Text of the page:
Democratic presidential candidate Martin O'Malley is blasting his party for limiting the number of presidential debates. It's been reported that the Democrats are planning to hold only six debates in the entire primary.
I would like to address myself to the poor, the huddled masses, the wretched refugees teeming to America’s shore, the homeless, the economically, socially, and mentally tempest-tossed. Also, I’d like to address the young, the hip, the progressive, the compassionate, and the caring. I’d like a word with everyone who votes for Democrats.
Democrats hate your guts.
Democrats need your vote and they’ll do anything—no matter how low and degrading—to get it. They hate you the way a whore hates a john.
Senator Elizabeth Warren praised two Democratic presidential candidates - Sen. Bernie Sanders and Gov. Martin O'Malley - for their stances on Wall Street. "I'm pleased that Sen @BernieSanders and Gov @MartinOMalley are supporting @TammyBaldwin's bill to slow down the Wall Street revolving door," Warren tweeted.
Louisville In many respects, 2015 represents a high-water mark for Republicans in Kentucky. But the GOP’s Bluegrass State successes bring new challenges.
Fresh off his landslide reelection last year, Mitch McConnell is majority leader and getting rave reviews for making the Senate function again. The state’s junior senator, Rand Paul, has a national following and is a credible candidate for president. No state can boast a more influential pair of senators.
Anthony Weiner, the husband of Hillary Clinton's closest aide, Huma Abedin, is suggesting that Bernie Sanders run as an independent. Sanders, of course, is currently challenging Clinton for the Democratic nomination in the 2016 presidential race.
Bernie Sanders, the socialist senator from Vermont, is surging in the polls against Hillary Clinton. A Quinnipiac University survey has him within 20 points in Iowa, while three of the last four polls have found him within 15 points in New Hampshire. Judging by state polls alone, Sanders is in about as good a spot vis-à-vis Clinton as Barack Obama was at this point in 2007. So perhaps it is time to ask whether Sanders can pull off a similar upset.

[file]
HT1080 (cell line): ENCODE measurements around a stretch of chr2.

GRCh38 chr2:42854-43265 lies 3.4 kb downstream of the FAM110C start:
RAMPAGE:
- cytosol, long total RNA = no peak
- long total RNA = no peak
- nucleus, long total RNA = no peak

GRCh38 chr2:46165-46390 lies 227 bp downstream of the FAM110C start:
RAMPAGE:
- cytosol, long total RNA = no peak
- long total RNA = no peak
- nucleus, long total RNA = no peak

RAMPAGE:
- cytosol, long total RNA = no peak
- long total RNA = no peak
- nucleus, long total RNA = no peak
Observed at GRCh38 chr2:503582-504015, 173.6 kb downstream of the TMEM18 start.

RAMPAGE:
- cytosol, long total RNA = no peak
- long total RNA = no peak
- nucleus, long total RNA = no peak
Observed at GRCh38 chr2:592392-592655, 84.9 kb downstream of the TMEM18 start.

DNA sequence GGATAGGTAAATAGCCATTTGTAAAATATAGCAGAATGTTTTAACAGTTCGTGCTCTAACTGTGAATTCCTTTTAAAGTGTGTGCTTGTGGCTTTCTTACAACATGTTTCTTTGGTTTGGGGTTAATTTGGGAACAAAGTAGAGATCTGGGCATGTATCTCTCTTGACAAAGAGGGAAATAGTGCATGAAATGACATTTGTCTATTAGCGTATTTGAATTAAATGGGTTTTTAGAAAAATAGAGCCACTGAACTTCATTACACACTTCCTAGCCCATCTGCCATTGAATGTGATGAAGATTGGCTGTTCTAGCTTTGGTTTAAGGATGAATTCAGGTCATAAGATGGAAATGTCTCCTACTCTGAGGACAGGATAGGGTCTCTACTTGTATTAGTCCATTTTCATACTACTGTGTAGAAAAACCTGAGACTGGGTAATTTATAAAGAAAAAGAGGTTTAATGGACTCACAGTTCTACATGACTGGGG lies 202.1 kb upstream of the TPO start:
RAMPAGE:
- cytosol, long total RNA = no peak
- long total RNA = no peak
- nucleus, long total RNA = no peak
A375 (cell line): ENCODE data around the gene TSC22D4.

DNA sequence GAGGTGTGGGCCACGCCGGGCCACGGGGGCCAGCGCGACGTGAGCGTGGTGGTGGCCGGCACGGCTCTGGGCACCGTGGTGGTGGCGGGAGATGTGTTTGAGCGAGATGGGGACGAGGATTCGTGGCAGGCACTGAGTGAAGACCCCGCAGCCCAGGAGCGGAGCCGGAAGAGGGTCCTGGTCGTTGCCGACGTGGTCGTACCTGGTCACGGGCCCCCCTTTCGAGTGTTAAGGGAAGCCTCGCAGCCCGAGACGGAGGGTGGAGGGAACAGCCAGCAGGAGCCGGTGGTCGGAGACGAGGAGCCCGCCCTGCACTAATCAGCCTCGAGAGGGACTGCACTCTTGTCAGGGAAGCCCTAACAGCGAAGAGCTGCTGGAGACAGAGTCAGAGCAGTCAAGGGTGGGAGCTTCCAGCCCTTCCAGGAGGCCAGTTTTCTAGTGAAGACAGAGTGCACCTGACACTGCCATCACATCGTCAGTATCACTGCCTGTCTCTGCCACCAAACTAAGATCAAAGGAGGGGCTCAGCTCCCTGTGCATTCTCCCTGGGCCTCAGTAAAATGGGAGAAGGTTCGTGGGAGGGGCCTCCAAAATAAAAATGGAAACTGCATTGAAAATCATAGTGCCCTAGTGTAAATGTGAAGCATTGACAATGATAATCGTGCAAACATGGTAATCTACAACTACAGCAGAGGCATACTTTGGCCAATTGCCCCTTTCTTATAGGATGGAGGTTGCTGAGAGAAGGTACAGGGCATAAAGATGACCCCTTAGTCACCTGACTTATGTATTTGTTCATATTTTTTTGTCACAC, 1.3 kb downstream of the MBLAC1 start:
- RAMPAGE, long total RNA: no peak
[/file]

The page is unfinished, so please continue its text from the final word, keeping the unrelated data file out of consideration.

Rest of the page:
With all the grave issues confronting the nation in these dangerous times, it may seem frivolous to worry overmuch about whose picture appears on the $10 bill. But public symbols matter. They are one of the ways we tell each other, and the world, what we honor as Americans. Treasury secretary Jack Lew announced in late June that Alexander Hamilton will be replaced on the $10 bill by a woman—no particular woman, not yet, but someone of the female sex, to be selected at some point in the future.
The mainstream press corps and (at least privately) many Republicans officeholders have adopted two seemingly irreconcilable positions. They claim Obamacare is politically toxic for Democrats yet is somehow immune to repeal by Republicans (even after President Obama leaves office). A recent piece by National Journal’s Josh Kraushaar perfectly illustrates this confusion. Kraushaar observes that “the polit